Financial scams using social media and digital technologies are “relatively cheap and scalable,” according to M. Owen Donley III, chief counsel of the Office of Investor Education and Advocacy at the Securities and Exchange Commission.
“We’re increasingly seeing a tie with digital and social and retail-facing security fraud,” Donley told the crowd gathered at a recent SIFMA seminar.
An unofficial analysis by the Office of Investor Education and Advocacy found that 48% of the SEC’s litigation releases dealt with retail-facing issues.
Donley described a retail-facing fraud scheme in the ‘80s that used fax machines.
“They’d send faxes to a hundred addresses. They’d send two faxes, one after another,” Donley said. “And the first fax would say something like this, ‘Dear Dr. Smith, the hot stock tip I promised you came in. Blue Horseshoe loves Anacot Steel. Your friend, Dave. Now we’re even.’ And they’d wait five minutes and they’d send a second fax. And the second fax would say, ‘Please disregard prior fax. Sent to wrong address. Ignore, ignore, ignore.’”
A scam like this is “really hard to scale,” Donley said.
“First of all, you have to have a fax machine,” he said. “You [have] to dial all those numbers, you [have] to find doctors’ numbers. As interesting as [this scam] was, it wasn’t going to be systemically important.”
However, scams using today’s technology are much more scalable. Which may also explain how prevalent fraud has become.
A FINRA Foundation survey from 2013 found that more than 80% of respondents were exposed to financial scams. The same survey of nearly 2,400 U.S. adults age 40 and older also found that 40% of those surveyed could not identify some classic red flags of fraud.
Additionally, a 2015 Risk Alert issued by the SEC found that 54% of the examined broker-dealers and 43% of the examined advisers had received fraudulent emails seeking to transfer client funds.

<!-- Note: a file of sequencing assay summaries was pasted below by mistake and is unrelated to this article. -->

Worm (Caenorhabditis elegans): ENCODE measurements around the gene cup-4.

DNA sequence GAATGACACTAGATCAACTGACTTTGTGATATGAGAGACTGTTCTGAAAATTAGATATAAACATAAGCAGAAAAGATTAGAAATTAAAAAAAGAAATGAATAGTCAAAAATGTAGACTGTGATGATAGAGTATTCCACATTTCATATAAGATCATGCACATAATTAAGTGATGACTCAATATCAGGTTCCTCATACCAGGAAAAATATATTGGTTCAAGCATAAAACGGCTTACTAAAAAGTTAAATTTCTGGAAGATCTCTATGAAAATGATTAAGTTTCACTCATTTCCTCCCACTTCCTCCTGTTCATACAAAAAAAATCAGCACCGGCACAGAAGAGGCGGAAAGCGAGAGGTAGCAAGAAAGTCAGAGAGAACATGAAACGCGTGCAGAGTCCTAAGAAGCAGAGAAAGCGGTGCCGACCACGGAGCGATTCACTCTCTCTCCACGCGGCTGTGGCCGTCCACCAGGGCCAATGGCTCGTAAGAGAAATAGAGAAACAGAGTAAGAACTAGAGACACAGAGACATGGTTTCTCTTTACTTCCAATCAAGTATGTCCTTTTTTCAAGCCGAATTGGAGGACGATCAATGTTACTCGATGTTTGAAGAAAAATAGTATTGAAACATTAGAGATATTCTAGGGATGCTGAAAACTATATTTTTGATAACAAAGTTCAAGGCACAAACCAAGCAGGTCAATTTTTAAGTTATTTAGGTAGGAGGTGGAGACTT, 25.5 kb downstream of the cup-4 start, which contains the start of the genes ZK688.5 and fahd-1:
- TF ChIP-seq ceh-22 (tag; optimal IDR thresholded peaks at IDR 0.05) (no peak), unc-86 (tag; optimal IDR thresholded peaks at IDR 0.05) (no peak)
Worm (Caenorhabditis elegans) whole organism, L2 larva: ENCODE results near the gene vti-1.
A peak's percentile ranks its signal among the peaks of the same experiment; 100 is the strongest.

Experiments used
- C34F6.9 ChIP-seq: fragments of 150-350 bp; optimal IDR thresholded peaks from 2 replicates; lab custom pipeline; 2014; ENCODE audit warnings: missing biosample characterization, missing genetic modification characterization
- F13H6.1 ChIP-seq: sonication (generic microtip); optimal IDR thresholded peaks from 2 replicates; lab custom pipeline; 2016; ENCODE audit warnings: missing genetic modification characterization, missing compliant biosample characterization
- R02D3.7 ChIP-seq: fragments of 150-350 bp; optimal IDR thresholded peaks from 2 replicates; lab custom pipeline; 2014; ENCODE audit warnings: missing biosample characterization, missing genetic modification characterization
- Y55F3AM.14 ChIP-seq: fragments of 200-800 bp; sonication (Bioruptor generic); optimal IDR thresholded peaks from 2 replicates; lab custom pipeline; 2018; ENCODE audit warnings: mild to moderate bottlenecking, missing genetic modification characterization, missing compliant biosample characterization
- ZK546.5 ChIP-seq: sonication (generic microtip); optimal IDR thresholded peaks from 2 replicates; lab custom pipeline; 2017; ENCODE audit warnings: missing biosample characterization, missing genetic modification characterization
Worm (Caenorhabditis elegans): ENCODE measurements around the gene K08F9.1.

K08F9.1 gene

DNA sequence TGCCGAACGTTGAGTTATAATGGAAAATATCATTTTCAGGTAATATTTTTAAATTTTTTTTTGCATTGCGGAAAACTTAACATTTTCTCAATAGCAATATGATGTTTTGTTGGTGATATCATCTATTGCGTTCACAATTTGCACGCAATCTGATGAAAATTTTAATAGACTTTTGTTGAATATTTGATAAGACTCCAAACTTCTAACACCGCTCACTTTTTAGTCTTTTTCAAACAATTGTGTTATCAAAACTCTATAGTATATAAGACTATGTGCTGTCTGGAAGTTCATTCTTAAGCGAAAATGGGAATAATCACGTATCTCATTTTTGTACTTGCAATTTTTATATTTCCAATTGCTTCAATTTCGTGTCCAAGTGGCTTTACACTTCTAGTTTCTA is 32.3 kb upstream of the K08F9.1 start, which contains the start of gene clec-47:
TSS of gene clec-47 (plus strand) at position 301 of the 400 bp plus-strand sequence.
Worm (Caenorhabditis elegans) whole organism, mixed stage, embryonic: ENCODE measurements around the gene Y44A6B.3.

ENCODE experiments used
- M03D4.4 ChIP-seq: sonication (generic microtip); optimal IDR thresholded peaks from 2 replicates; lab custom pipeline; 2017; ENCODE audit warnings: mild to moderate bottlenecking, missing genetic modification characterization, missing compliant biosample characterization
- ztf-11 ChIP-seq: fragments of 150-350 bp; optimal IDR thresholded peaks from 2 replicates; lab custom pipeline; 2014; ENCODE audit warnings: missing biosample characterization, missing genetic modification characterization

“Has anyone not received less than 100 email scams? Of course everyone’s seen them,” Donley said. “That’s terrifying, but what is more interesting and what’s more scary is personalization with social and digital communication.”
All the data that advisors are able to mine from social media – “what your hobbies are, where you live, where your kids go to school” – criminals also have access to the same data too.
What especially concerns Donley is the growing number of older Americans on social media.
“The terrifying model are people who are physically isolated without a lot of people to talk to, but they have access to social media,” Donley said. “They tend not to be good with privacy settings.
Research from Pew Research Center has shown that older Americans are the fastest-growing demographic on social media.
“If you have a criminal who knows a vulnerable person with money, they know their habits, they know what they like, they know where their kids live, and that is how they will enter the equation,” Donley said. “…This is a real problem.”
Why should financial advisors care?
“Securities fraud discourages investing,” Donley said. “There’s lots of data that fraud makes people less likely to invest. That affects your business. More tangibly, every dollar that someone spends on these frauds –these are people that want to invest, these are people that are looking for investment opportunities –that is money left on the table. And I don’t care how successful you all are, that’s billions of dollars left on the table.”
Donley called for advisors to help investors protect themselves. One way advisors can do this is through education.
“I think using education, including anti-fraud content, not only helps attack investment fraud but … helps you build a trustworthy brand,” he said.
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